Despite frequent warnings about its poor security practices, Facebook continues to accumulate complaints from its users and the authorities responsible for regulating these activities. The latest scandal comes from the Irish Data Protection Commission (DPC), from where they report that Instagram may be leaking sensitive information from minors.
These allegations took on strength after David Stier, a U.S. data scientist, published research stating that the platform had not implemented any mechanism to prevent data from children under the age of 18 from being accessible to third parties. Stier mentions that the platform arbitrarily changed the configuration of multiple infant-operated accounts, turning them into trading accounts. It should be remembered that Instagram business accounts should make their contact details visible on the profile, which could have exposed millions of children and teens.
Facebook has already spoken out, considering that the researcher has taken this incident out of context because it is always users who choose the type of settings of their accounts, even an option has been added for users of trading accounts to decide whether they want to show their contact details or prefer to hide this information.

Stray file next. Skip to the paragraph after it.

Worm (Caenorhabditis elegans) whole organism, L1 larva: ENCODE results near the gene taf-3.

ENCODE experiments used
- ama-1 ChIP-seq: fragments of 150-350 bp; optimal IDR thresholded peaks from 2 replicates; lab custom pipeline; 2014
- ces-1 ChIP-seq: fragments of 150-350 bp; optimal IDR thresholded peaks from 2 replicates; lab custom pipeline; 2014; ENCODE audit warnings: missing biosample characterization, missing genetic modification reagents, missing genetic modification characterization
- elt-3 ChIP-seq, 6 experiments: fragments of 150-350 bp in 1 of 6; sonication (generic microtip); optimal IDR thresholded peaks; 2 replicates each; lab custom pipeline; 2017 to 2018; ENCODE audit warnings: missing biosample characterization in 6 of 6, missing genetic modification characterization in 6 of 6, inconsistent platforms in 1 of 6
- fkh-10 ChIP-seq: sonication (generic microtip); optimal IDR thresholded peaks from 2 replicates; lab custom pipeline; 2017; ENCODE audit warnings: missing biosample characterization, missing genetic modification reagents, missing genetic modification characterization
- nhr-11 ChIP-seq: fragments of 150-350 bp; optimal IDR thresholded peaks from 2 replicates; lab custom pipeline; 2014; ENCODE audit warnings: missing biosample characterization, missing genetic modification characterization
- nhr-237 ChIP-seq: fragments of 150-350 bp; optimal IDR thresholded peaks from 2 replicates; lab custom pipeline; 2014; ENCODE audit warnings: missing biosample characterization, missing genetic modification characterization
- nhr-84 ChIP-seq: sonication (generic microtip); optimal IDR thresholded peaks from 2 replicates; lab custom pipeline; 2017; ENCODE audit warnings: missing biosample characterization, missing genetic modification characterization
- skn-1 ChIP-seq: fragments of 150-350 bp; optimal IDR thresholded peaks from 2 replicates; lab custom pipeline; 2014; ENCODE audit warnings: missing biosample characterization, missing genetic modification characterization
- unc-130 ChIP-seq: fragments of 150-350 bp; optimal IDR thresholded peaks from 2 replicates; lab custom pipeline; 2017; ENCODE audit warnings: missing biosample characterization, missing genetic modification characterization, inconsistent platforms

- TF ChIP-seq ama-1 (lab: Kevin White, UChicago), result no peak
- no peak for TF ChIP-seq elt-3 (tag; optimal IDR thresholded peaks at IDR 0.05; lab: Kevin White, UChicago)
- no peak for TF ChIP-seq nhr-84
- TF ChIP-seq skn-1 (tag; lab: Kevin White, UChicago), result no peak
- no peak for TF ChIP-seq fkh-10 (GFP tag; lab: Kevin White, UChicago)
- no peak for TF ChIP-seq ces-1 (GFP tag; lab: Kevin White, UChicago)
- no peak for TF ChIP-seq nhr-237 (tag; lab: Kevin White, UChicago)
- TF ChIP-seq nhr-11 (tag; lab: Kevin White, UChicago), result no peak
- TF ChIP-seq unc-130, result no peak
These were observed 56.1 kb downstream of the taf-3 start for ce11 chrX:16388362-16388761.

Although the regulatory authority has made no mention of Stier’s findings, two new investigations were confirmed into how Instagram processes confidential data of minors: “The DPC has been monitoring complaints related to this topic, which will require careful analysis of Instagram,” a statement from the authority says.
The General Data Protection Regulation (GDPR) includes specific provisions related to the processing of information of minors, which states that only those over the age of 13 can consent to their data being processed by an online platform.
Non-compliance with GDPR rules may result in penalties of up to 4% of the offending company’s annual worldwide turnover; in the case of Facebook, it means that any fine for violating regulation could represent billions of dollar losses for the world’s largest social media platform.
He is a well-known expert in mobile security and malware analysis. He studied Computer Science at NYU and started working as a cyber security analyst in 2003. He is actively working as an anti-malware expert. He also worked for security companies like Kaspersky Lab. His everyday job includes researching about new malware and cyber security incidents. Also he has deep level of knowledge in mobile security and mobile vulnerabilities.